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Recently the FDA announced plans to update the current Nutrition Facts label, and one of the things health experts hope to see is more clarification about the amount of total and added sugars in our food. Now, the World Health Organization says our daily sugar intake should amount to only 5 percent of our total calories—half of what they recommended previously. It seems the sweet stuff’s bad reputation is finally catching up to it.

According to WHO officials, the exorbitant amount of sugar consumed in the United States is contributing to poor nutrition, weight gain, obesity (and obesity-related health problems), and the development of dental diseases—treatment for which soaks up a large portion of the national health budget.

“I applaud the WHO for tightening up their recommendations on added sugar intake,” says ReNew Life founder and natural digestive care expert Brenda Watson, C.N.C. “A reduction of sugar intake is a step in the right direction. But honestly, I believe added sugar has no place in a healthy diet. Overconsumption of sugary foods, along with foods high in refined and starchy carbohydrates, is a major—if not the major—contributor to chronic disease. And if you have ever experienced sugar cravings (who hasn’t?), you know that there is a fine line between ‘just one bite’ and ‘just ate the whole cake/pint of ice cream/box of cookies.’”

The new draft guideline, currently online and available for public comment until the end of the month, recommends a reduction to below 5% of our total energy intake per day for an adult of normal Body Mass Index (BMI)—equal to about 25 grams or 6 teaspoons of sugar daily. However, that means our average sugar intake would have to drop by two-thirds, according to a recent FOX News article.

The WHO’s last attempt to revise its sugar guidelines came in 2002, when the proposal to cut sugar consumption to less than 10% of our daily calories evoked a less-than-sweet reaction from the U.S. sugar industry. However, the more we learn about sugar and its harmful effects on the body, the more health experts are taking steps to increase awareness and encourage healthier eating habits.

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Kids, Teens and Vitamin D

Vitamin D can be called something of a wonder nutrient with countless studies linking inadequate vitamin D levels to poor health. More studies are showing that supplementing with vitamin D promotes immune, bone, and overall health—simply put, the body needs vitamin D to properly carry out many metabolic functions. What’s more, new research on this topic is revealing that the benefits of proper vitamin D levels hold true for children and teens as well as adults.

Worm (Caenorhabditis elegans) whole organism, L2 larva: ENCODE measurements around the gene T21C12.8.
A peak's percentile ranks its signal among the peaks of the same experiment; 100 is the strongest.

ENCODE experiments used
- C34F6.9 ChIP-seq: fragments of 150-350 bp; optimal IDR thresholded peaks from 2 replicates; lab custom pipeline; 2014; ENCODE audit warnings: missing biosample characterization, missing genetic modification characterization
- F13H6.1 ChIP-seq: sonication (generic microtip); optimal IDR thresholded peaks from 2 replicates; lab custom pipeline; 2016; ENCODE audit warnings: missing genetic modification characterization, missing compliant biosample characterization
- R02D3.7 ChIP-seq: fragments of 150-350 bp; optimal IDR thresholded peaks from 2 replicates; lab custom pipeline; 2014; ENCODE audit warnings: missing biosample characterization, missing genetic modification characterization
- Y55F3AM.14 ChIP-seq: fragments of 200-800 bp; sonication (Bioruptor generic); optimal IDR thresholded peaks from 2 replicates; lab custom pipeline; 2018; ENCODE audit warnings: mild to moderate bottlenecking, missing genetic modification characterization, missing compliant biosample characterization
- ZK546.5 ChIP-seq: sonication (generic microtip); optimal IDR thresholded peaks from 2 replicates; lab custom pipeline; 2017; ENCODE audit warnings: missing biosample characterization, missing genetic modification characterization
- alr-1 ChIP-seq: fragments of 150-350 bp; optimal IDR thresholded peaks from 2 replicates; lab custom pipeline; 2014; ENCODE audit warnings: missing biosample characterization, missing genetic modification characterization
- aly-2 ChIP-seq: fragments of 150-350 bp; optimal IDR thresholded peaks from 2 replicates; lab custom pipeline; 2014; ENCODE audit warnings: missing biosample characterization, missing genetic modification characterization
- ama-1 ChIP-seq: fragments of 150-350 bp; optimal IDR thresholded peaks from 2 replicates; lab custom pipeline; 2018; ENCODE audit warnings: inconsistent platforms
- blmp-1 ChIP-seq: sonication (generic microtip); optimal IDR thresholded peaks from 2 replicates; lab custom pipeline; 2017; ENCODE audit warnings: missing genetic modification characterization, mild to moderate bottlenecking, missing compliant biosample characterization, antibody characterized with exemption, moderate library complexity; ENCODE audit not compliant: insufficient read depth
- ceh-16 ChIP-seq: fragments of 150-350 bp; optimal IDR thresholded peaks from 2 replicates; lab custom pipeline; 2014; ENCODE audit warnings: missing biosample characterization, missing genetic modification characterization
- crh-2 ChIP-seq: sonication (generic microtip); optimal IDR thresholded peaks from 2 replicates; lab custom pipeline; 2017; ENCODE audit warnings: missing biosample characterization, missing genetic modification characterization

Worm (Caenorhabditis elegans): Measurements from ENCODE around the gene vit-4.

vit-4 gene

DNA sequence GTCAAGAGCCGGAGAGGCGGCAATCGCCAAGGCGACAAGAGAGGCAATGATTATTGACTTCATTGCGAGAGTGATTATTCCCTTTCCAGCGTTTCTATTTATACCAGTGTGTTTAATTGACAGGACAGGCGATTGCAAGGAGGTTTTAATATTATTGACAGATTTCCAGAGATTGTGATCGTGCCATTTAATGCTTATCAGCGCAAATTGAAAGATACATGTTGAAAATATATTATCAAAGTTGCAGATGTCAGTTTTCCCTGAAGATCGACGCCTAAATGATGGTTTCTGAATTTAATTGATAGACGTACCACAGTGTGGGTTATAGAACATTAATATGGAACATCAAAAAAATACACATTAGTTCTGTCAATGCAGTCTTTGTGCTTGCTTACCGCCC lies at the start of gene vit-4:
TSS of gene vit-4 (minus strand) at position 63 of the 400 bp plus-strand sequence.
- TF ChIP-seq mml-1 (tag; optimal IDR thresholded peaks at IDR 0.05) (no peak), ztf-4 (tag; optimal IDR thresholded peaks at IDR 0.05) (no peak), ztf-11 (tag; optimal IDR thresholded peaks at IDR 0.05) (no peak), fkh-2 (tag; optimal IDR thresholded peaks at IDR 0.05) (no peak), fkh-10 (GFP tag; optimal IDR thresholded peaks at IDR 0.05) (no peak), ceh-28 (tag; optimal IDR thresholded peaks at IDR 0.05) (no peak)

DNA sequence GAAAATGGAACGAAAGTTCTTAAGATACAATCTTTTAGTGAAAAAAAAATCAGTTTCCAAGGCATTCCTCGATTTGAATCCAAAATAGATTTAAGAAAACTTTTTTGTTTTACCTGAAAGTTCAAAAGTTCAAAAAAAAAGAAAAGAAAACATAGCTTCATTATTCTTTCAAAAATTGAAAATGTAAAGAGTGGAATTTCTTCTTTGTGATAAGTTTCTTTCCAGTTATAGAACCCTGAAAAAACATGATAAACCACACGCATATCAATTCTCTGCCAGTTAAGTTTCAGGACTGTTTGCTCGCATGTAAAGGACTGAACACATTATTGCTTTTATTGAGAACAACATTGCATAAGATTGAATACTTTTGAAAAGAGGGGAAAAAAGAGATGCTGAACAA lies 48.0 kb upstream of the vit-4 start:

The Endocrine Society’s Annual Meeting highlighted two studies showing the benefits of vitamin D and the very important role it plays in raising healthy kids today:

  • Researchers in one of the studies learned that a deficiency of vitamin D may be linked to early puberty in girls. This suggests that supplementing girls with vitamin D may help delay early puberty. The study concentrated on 110 girls age 7-10. Thirty-five of these girls were experiencing early puberty (before the age of 8). Of these thirty-five girls, 44% showed a severe deficiency in vitamin D while only 21% of girls who entered puberty at a normal age showed a vitamin D deficiency.  Sim Sum Kim, MD, PhD, and lead researcher on the study, stated, “Our results suggest that vitamin D may inhibit early pubertal onset and/or the rapid progression of puberty.”
  • The other study focused on the link between vitamin D and obesity in children. Of the 86 children age 10-18 who participated in the study, 54 of them were overweight or obese. Researchers discovered that the more obese these children were, the lower their vitamin D and adiponectin levels (an important protein that helps regulate blood sugar and fatty acids) and the higher their leptin levels (a hormone linked to appetite and body weight). These obese children also showed higher markers for allergies and inflammation. Researchers concluded that these problems seemed to depend at least in part on the deficiency of vitamin D in these children and that supplementing kids with vitamin D could help mediate allergy and obesity concerns.

Researchers continue to link condition after condition to a deficiency of vitamin D. The good news is a deficiency is easy to detect through a test your family doctor can provide. Getting a baseline for where your family’s vitamin D levels are is proving to be an important health point for optimizing our children’s health now and as they grow.

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